10 Tips for Effective Email Unsubscribe Pages
While many companies are afraid to let customers leave, successful brands insert the unsubscribe links to every email they send. Young companies think that letting people unsubscribe is like losing them. Take a look at it from another angle — in fact, you just clean your base of contacts and send newsletter emails only to those who are interested in them. This is a good way to protect your brand emails from being reported as spam.
Our tips will help you build the best unsubscribe pages. Prior to diving into those steps, we need to find out why customers would want to leave us and why we need to add those scary unsubscribe links to our emails.
Common reasons why people unsubscribe from us:
- high frequency;
- irrelevant information;
- customers' preferences have changed.
The killer reasons to start adding the “unsubscribe” links to your emails:
- it is required by the GDPR rules, the CanSPAM act, and the Australian spam laws. The fines range from $16 000 per address to €20 million;
- the fewer indifferent or annoyed by your emails people receive your newsletters, the less you get reported as spam;
- you will not waste your money on sending emails to those who are no longer interested in your company;
- you give customers the freedom of choice.
Ok, now that we are well aware of the necessity of adding the unsubscribe links to our emails, we need to find out where exactly to add them.
Traditionally, they are located in email footer.
We will not share the unsubscribe page examples as they all are pretty similar.
(email from Brighton)
The unsubscribe link best practices
- It should be noticeable — you need to be sure that recipients will not miss it.
- Only single opt-out allowed in the EU— provide customers with the ability to unsubscribe from your promo emails with just one click — act with the GDPR rules compliance. Double opt-out is allowed across the US, Canada, Eastern Europe, and Asia.
- The unsubscribe link should lead recipients directly to the unsubscribe confirmation page, where you kindly inform that one has been successfully removed from your contact base.
- Remember to clean your contact base prior to sending out a new promo campaign.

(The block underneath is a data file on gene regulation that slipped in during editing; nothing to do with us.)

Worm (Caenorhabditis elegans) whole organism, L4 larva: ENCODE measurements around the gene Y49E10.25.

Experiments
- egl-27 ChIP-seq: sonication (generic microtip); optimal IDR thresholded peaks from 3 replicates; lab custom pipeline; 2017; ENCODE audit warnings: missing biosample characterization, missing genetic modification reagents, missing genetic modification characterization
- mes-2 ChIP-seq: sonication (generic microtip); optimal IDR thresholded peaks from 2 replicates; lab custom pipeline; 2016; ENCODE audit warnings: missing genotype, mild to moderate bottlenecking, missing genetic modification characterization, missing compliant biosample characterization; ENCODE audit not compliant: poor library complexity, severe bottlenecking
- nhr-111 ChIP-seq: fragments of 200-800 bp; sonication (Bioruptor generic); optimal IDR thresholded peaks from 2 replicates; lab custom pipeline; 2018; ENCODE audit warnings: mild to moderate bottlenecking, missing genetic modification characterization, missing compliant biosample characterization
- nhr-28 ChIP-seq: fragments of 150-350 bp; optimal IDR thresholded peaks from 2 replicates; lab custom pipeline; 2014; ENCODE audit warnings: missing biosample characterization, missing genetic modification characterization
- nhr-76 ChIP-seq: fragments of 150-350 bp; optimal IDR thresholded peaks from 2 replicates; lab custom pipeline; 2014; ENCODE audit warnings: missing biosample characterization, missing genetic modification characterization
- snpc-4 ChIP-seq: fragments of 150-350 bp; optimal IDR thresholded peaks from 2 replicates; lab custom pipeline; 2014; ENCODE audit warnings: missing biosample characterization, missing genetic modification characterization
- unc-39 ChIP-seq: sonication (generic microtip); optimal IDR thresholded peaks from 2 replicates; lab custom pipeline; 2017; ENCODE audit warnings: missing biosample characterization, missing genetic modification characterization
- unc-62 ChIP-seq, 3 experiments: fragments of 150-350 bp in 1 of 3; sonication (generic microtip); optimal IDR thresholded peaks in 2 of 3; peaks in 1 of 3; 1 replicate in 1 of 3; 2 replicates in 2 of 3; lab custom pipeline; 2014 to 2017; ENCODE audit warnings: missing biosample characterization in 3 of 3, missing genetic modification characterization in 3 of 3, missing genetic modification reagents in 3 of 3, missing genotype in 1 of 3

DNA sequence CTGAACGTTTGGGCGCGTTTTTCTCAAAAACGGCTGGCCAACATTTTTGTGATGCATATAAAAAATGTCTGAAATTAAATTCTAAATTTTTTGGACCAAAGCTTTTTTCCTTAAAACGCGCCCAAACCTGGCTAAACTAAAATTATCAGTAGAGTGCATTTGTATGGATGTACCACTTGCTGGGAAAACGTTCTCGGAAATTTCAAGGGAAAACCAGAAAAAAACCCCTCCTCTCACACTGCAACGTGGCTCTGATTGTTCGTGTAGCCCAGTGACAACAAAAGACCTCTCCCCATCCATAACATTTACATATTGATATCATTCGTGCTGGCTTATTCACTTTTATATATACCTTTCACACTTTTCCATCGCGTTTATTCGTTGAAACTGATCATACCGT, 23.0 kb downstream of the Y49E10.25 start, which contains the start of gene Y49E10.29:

- Always add the "update preferences" link to the footer of emails. Recipients who were previously interested in your brand and now have an ability to set their new interests at any time, are more likely to do so rather than unsubscribe from you.
If you accidentally did not add the “unsubscribe link/button” to your promotional newsletters, Gmail will do it for you. Your displeased recipients will still have an opportunity to stop receiving your emails. Google did it to help its users to get rid of annoying numerous promotions. How does it work? Gmail automatically adds the “unsubscribe” request to all emails. Once an annoyed by your emails person does not find the very link, he or she is very likely to use the link offered by Gmail.
(the unsubscribe link added by Gmail. Though Litmus, of course, also adds its own ones to email footer)
Besides, ESPs that care about their reputation, are likely to ban or at least pause your newsletters until you add the unsubscribe link as it's important and mandatory in many countries.
How to add the unsubscribe link to your emails with Stripo
There is no such thing as an "unsubscribe email template" as your ALL emails should contain the unsubscribe link.
- pull a new structure in your email template;
- click the "text" option;
- enter the text. It can be either "unsubscribe", or "unsubscribe here", or "stop receiving emails", etc.;
- double click it;
- in the "text editor panel", hit the "link" button;
- insert the link.